5. A diagnosis of dementia does not automatically exclude a person from driving but they should inform their insurance company of their diagnosis to exclude any risk of having no cover in the event of an accident. Alternatively, it may be prudent to have a formal driving assessment by a suitably qualified driver before making a decision on the individual’s fitness to drive.

 

If you require any further information please so not hesitate to contact Pauline Horrkan on 01-2960666 or email info@dillon.ie

 

 

 

 

Statement of Terms of Employment – New Requirement

 

Statement of Terms of Employment – New Requirement

The Employment (Miscellaneous Provisions) Act 2018 came into force on 4th March 2019. The main change is to the Terms of Employment (Information) Act 1994 and in this regard, an employer must now provide a statement of the core terms of employment within 5 days of commencement of employment and these core terms are:

  1. Full name of Employer and Employee
  2. Address of Employer
  3. Expected duration of employment, in the case of a temporary contract of the end date if a fixed term contract
  4. Rate or method of calculation of employee’s pay
  5. Number of hours the employer reasonably expects the employee to work per normal working day and per normal working week

The other terms must be provided within 2 months as per existing legislation. If the above is not complied with an employee may submit a complaint to the WRC and may be awarded up to 4 weeks remuneration.

 

If you have any queries in relation to employment law, please do not hesitate to contact Brendan Dillon or Niall MacCarthy of this office on (01) 2960666 or info@dillon.ie

Medical Negligence Claims – The Practical Steps

 

 

 

Medical Negligence Claims – The Practical Steps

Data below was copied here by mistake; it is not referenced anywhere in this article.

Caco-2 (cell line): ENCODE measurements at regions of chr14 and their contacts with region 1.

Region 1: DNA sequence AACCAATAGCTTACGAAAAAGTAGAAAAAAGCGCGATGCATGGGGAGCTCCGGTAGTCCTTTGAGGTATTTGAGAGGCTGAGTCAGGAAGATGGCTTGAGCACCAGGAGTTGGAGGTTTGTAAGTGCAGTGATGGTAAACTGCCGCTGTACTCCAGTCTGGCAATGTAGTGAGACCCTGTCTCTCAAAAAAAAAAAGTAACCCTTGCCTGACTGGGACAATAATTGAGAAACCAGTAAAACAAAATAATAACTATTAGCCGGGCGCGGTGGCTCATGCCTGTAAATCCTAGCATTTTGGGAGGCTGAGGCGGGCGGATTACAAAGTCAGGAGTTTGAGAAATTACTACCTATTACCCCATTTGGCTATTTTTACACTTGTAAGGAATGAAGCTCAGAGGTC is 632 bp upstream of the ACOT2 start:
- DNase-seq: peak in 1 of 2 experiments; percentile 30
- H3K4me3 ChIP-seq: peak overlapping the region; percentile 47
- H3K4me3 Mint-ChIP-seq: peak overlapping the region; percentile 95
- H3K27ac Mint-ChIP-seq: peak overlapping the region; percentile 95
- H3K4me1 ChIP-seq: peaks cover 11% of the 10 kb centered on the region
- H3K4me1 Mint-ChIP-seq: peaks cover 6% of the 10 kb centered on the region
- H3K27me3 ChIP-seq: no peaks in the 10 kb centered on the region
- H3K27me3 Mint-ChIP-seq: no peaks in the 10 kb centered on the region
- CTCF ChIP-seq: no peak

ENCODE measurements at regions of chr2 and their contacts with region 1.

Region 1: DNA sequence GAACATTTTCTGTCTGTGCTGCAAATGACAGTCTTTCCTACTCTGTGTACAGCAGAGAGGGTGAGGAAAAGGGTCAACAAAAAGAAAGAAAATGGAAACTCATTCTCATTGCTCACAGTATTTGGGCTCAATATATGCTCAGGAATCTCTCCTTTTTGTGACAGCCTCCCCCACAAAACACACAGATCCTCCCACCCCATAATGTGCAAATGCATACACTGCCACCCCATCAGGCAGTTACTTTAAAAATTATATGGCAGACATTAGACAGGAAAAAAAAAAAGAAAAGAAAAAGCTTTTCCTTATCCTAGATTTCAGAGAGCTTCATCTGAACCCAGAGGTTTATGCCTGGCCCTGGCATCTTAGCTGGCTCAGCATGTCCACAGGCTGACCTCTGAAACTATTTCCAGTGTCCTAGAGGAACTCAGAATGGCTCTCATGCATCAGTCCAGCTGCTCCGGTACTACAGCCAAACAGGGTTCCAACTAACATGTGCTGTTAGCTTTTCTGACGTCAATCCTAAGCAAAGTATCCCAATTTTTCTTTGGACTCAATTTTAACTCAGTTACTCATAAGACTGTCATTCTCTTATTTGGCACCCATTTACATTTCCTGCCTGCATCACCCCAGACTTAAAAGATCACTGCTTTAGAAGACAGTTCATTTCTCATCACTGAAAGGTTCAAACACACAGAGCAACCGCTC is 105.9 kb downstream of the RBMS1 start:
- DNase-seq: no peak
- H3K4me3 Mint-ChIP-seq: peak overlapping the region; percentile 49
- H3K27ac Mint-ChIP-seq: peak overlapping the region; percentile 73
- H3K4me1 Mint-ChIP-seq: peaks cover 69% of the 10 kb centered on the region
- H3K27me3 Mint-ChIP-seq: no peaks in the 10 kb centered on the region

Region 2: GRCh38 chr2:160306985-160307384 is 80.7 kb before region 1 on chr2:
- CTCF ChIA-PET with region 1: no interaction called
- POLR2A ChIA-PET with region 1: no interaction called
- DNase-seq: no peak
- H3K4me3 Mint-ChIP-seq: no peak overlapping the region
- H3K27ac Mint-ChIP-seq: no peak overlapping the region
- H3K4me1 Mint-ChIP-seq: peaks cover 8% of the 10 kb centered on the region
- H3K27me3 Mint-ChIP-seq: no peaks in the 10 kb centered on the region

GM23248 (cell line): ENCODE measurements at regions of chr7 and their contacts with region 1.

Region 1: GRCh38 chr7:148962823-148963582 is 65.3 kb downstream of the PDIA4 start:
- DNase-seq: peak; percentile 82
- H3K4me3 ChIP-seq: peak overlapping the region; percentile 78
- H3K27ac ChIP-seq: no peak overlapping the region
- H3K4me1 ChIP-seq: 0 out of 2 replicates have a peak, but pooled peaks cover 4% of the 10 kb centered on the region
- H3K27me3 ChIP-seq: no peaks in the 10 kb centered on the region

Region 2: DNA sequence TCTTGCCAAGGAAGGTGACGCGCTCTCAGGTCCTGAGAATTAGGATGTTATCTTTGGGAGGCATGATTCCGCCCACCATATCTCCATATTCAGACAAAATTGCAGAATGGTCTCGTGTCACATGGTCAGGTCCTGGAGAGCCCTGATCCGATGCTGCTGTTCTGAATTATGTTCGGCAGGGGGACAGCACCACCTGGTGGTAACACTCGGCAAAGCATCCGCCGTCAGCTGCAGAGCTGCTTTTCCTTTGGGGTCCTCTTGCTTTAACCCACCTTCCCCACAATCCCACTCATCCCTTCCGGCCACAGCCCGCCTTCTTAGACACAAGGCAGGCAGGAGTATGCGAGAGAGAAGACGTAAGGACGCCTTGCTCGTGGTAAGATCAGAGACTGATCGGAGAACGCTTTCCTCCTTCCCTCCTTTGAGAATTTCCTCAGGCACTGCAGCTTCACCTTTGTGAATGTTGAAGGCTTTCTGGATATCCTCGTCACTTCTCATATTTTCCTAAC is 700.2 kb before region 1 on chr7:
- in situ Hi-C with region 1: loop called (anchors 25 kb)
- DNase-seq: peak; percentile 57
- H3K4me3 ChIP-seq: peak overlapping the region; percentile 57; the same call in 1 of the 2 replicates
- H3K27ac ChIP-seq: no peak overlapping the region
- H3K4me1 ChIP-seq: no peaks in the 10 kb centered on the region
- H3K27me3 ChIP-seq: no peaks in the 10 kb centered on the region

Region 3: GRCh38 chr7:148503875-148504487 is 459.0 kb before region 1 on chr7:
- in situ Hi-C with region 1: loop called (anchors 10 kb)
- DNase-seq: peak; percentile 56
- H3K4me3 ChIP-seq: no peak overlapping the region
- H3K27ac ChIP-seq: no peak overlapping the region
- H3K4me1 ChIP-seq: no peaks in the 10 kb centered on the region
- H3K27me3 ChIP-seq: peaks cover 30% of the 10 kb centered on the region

In order to pursue a claim for medical negligence in Ireland, you must have expert reports from suitably qualified doctors/consultants.

The first step is to obtain your medical records which involves signing letters of authority addressed to each treating doctor / hospital. A detailed statement is also taken from you regarding what happened. The medical records are shared with the Defendant with the consent of the patient.

Reports:

There are 3 categories of expert report required as follows:

  1. Breach of Duty – this is a report from a doctor of like qualification who will be asked to provide an opinion on negligence or breach of duty i.e. that the standard of care provided fell short of what would be expected of a reasonable doctor of like speciality;
  2. Causation – this is a report from a specialist in the relevant area of medicine to give an opinion on the link between the breach of duty and the injuries or ultimate outcome. There may have been a breach of duty, but if this did not adversely affect you, then there may not be a stateable case. Such an example would be a delay in diagnosis where the delay had no material impact on the patients ultimate outcome;
  3. Condition / Prognosis (quantum reports) – these are reports commissioned to quantify the claim and can vary from case to case depending on the circumstances.

All 3 of the above categories must produce supportive reports in order to pursue a stateable case to court. These reports can be expensive and are payable up front by the patient. The experts may be based in Ireland or the UK. The costs for the reports are generally recoverable if the case settles or if you succeed in your claim in court.

The Defendant will also be obliged to obtain their own expert reports if they wish to formally defend the claim. If they cannot obtain supportive reports for Breach of Duty and Causation, they may concede either or both points and the only issue may be quantum i.e. the value of the case, to include general damages for pain and suffering and special damages (out of pocket expenses to include loss of earnings, medical bills etc).

 

If you have any queries on medical negligence or litigation generally, please do not hesitate to contact Niall MacCarthy or Brendan Dillon of this office on 01 2960666 or niallmaccarthy@dillon.ie

New Domestic Violence Act extends eligibility to apply for orders

The Domestic Violence Act, 2018 commenced on the 1st of January 2019 and has made significant changes in extending the eligibility to apply for Safety, Protection and Barring orders notably: